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Meltdown burns electronic design sales

Jobs hold steady (for now)

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The trade group that follows the electronic design automation (EDA) industry says that revenues among the key industry players have continued to slide through 2008. As you might expect. But ironically - and thankfully, if you happen to work in this field - jobs have held up, at least on the global basis in which the EDA Consortium is providing data.

The consortium reckons that the EDA industry - which includes computer-aided design, integrated circuit physical design and testing, circuit board and multi-chip module design, semiconductor intellectual property sales, and services relating to these areas - had a 10.9 per cent decline in the third quarter, to $1.26bn.

Companies selling computer-aided engineering products represent the biggest part of the EDA space, but in the third quarter, they did not take the biggest hit (but declined more than the overall market just the same). The consortium estimates that CAE sales came to $465.4m in the third quarter, down 17.6 per cent, while IC design and test products came to $298.7m, down 22.3 per cent. Printed circuit boards and multi-chip module technology accounted for $130.9m, up 2.5 per cent, and semiconductor intellectual property sales came to $267.8m, up 1.8 per cent.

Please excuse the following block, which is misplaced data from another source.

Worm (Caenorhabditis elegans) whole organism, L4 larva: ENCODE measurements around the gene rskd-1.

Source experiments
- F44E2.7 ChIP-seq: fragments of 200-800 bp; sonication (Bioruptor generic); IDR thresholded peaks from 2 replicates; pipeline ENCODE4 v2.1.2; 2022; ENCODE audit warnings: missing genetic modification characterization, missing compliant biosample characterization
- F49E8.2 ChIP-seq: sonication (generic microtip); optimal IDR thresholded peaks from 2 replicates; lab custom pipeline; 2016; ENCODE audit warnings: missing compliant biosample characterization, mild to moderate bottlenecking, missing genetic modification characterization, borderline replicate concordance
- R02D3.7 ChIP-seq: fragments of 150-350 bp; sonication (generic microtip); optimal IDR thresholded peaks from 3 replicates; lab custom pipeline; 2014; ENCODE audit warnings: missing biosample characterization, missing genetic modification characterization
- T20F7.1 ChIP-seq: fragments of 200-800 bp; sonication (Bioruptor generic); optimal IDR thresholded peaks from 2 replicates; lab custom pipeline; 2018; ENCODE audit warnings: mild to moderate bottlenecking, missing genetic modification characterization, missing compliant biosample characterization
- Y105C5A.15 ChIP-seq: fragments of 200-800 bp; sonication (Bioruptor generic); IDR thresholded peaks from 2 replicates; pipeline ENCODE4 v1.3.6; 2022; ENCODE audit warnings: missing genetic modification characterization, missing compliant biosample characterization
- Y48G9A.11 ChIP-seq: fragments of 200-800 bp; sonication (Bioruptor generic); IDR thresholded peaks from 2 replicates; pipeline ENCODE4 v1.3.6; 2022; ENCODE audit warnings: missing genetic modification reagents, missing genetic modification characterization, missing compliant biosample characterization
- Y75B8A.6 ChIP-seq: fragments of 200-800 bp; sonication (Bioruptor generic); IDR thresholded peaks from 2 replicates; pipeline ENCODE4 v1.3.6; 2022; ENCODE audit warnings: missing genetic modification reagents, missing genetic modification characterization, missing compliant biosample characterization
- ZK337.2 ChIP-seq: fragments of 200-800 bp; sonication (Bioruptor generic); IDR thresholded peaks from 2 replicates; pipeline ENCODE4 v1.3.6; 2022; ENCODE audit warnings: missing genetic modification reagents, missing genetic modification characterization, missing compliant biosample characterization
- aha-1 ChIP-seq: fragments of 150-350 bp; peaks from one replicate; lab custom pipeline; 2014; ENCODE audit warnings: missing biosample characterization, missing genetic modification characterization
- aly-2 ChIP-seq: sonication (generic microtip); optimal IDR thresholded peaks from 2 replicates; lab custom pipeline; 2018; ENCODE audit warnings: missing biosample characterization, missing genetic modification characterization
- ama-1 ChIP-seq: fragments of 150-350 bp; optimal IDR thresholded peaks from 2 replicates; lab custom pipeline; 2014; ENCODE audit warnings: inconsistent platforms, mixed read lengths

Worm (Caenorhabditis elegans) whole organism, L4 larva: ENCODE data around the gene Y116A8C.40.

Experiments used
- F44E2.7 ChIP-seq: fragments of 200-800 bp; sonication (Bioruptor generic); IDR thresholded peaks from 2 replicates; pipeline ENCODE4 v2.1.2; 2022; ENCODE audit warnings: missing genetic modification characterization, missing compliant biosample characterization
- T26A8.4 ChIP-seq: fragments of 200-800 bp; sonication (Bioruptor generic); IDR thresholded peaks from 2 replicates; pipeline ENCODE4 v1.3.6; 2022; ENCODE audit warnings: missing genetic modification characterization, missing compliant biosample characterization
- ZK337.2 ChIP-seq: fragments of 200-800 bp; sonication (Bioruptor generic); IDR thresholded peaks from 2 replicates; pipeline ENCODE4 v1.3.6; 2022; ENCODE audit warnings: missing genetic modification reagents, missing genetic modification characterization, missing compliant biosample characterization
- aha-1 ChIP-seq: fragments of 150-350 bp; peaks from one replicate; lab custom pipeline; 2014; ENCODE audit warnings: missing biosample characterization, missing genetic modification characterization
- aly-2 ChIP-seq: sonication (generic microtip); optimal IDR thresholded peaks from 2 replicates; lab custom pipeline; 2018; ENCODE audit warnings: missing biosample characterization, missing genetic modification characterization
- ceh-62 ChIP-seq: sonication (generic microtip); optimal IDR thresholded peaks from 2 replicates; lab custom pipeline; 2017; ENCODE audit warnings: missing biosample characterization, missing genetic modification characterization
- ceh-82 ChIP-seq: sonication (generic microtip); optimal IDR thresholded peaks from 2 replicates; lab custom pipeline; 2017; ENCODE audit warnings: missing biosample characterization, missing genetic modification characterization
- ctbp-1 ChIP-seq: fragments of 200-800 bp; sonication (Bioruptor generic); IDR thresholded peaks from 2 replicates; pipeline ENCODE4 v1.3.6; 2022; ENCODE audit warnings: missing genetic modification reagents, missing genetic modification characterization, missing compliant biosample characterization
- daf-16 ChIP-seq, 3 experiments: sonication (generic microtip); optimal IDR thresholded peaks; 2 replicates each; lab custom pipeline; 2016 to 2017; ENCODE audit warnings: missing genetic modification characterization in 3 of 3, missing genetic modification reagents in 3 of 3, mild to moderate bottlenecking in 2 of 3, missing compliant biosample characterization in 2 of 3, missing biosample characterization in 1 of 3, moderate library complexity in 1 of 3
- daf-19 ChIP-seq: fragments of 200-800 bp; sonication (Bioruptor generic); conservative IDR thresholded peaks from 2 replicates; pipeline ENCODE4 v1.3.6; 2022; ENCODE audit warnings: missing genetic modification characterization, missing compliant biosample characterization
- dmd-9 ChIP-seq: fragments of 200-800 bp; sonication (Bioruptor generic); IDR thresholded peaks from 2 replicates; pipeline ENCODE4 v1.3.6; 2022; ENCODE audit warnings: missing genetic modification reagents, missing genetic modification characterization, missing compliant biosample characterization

Services sales across all EDA categories (not including product maintenance fees, but including real services) came to $104.8m, up 25 per cent. It looks like EDA customers are doing what many IT shops are trying to do: engage vendors in services contracts to try to get the most out of what they already have.

For the first nine months of 2008, EDA product sales are $3.97bn, down 5.3 per cent.

North America, which is the biggest market for EDA products, accounted for $555.5m in sales in the third quarter, down 11 per cent, while Western Europe saw a slightly steeper decline of 12.9 per cent to $247.7m in EDA sales. Revenues from EDA products in Japan were slightly larger than Western Europe, at $254.8m, down 15.3 per cent. The rest of the world, which includes India, China, Singapore, and Indonesia, of course, had only a 0.9 per cent decrease to just over $200m.

That's the bad news. The good news is that jobs in the EDA industry are going up. In the first quarter of 2007, the EDA Consortium estimated that 25,820 people were employed in the industry. Excepting a small dip in the first quarter of 2008, jobs have grown each quarter, and now 28,176 people get their paychecks from industry players. How long that will that last if there is a prolonged downturn in the IT sector and consolidation or elimination of products? That's the big question. We'll have a better sense when the consortium puts out numbers for the fourth quarter of 2008 some time in the early spring. ®

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